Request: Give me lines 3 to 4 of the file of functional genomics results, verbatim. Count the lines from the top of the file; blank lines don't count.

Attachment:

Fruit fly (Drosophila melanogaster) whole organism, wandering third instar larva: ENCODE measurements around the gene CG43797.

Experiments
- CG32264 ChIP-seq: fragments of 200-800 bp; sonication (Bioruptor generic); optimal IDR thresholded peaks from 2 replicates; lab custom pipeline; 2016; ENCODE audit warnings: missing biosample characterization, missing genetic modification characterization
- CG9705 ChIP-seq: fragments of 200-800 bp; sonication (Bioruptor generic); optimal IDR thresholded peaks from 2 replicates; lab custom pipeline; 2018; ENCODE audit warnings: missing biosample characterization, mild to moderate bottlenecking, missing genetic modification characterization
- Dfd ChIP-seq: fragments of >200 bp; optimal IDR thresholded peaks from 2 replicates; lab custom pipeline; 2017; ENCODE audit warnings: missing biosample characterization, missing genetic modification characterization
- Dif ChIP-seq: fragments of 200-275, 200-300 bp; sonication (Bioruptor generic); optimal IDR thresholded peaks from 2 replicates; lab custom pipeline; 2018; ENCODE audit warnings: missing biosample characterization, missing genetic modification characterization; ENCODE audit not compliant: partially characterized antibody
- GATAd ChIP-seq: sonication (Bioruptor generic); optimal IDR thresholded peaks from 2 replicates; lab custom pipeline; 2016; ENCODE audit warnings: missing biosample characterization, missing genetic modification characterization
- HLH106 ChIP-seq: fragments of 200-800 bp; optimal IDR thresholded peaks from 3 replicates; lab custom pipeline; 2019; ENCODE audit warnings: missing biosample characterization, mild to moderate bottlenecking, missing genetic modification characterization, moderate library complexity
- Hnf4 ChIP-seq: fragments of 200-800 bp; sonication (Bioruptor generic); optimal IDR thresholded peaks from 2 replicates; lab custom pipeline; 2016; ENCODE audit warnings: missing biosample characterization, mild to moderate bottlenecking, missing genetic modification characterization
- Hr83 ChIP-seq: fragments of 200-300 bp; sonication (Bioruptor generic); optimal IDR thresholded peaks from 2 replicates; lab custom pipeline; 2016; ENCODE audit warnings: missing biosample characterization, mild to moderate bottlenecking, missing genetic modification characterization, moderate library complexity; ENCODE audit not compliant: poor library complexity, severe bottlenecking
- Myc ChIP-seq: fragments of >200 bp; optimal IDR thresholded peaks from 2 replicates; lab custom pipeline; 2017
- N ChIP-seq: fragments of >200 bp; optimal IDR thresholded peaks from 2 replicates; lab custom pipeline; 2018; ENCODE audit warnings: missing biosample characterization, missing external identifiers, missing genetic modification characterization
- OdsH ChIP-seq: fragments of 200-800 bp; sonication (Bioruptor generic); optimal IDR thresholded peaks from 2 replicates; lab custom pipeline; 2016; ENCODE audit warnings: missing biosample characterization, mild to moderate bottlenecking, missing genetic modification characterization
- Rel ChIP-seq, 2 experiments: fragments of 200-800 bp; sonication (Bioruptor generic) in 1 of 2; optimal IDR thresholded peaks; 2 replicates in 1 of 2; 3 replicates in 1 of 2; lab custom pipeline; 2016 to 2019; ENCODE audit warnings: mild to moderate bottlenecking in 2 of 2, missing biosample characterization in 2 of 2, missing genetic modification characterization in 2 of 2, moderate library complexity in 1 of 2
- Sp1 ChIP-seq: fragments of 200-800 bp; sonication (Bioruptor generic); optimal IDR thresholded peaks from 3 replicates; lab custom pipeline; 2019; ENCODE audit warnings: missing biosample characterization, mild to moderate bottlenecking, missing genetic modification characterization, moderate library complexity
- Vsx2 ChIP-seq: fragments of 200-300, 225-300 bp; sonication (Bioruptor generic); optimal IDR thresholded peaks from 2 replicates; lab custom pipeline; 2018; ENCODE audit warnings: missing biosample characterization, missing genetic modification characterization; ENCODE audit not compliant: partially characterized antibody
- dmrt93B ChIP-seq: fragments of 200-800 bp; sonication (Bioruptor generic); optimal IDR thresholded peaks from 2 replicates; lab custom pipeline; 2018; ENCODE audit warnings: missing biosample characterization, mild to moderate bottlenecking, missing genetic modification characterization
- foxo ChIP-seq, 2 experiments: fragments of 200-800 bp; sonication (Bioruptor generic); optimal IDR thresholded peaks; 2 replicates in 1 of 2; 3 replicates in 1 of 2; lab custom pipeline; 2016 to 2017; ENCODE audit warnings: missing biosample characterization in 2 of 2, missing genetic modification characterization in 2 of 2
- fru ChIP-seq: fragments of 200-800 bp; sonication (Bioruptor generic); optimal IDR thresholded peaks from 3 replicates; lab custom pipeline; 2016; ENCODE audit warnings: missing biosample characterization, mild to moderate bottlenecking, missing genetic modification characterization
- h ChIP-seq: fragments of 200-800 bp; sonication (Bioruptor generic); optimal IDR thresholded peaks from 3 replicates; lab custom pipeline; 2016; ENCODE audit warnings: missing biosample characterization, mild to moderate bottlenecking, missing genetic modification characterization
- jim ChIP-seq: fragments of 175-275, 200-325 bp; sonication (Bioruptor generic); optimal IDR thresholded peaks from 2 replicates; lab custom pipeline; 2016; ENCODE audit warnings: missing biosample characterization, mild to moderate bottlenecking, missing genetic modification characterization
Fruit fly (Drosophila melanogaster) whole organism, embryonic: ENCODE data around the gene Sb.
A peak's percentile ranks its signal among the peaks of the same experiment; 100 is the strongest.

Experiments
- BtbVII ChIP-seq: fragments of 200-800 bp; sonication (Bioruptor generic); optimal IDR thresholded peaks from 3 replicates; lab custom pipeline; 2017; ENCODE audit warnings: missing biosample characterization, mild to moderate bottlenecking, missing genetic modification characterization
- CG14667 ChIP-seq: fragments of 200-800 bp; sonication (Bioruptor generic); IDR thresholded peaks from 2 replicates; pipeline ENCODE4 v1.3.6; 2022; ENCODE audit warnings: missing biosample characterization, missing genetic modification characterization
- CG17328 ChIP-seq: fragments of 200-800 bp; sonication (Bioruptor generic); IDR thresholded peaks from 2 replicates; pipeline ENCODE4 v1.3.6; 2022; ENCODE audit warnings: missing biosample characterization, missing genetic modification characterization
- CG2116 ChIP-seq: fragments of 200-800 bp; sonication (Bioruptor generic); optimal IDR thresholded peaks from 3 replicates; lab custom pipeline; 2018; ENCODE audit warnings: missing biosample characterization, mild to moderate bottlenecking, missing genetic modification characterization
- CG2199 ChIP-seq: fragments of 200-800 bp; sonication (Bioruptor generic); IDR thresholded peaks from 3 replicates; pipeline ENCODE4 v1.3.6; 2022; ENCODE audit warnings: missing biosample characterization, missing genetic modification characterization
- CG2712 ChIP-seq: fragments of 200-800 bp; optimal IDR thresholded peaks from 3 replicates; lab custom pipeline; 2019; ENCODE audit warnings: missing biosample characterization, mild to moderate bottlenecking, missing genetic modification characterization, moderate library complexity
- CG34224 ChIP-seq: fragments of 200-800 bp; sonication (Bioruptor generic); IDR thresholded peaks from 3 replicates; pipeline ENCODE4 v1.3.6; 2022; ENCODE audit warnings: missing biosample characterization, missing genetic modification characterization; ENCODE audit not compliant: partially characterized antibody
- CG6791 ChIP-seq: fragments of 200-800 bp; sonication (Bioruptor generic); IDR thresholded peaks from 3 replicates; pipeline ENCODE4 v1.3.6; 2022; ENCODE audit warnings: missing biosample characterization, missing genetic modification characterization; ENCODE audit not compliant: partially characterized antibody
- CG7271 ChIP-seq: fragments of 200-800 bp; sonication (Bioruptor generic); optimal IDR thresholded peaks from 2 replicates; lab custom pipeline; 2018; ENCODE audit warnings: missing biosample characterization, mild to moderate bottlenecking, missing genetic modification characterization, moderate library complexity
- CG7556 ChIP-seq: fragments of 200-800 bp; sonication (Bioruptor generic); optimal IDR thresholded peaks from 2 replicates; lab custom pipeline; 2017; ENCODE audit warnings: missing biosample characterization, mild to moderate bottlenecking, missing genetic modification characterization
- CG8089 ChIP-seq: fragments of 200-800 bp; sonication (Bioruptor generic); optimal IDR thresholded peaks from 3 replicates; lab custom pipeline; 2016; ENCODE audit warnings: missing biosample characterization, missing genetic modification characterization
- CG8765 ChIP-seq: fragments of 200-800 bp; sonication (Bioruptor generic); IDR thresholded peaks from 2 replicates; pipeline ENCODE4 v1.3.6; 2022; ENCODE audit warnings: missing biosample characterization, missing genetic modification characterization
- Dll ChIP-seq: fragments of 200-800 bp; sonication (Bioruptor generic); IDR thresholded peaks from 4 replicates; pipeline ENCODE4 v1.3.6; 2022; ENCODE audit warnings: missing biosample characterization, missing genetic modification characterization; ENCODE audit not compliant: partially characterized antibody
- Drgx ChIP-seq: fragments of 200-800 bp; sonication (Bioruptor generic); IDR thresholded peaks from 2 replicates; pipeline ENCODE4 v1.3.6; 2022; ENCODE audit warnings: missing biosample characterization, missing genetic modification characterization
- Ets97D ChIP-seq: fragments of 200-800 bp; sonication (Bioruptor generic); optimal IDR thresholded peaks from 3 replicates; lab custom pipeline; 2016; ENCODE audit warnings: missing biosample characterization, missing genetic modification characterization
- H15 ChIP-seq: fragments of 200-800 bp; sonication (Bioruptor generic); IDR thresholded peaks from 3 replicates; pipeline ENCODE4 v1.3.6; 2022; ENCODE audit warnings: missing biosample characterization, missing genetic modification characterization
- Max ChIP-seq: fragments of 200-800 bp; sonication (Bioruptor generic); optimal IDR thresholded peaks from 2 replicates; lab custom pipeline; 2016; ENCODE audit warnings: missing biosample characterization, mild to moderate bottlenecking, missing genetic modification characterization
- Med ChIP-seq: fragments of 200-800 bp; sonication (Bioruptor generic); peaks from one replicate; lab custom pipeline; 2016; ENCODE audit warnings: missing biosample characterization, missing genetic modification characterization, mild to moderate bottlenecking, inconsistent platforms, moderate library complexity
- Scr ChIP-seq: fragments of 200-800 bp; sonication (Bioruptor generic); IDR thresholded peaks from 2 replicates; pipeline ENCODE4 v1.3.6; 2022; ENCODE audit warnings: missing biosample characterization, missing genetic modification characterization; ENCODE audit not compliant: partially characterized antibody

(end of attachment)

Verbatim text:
- CG32264 ChIP-seq: fragments of 200-800 bp; sonication (Bioruptor generic); optimal IDR thresholded peaks from 2 replicates; lab custom pipeline; 2016; ENCODE audit warnings: missing biosample characterization, missing genetic modification characterization
- CG9705 ChIP-seq: fragments of 200-800 bp; sonication (Bioruptor generic); optimal IDR thresholded peaks from 2 replicates; lab custom pipeline; 2018; ENCODE audit warnings: missing biosample characterization, mild to moderate bottlenecking, missing genetic modification characterization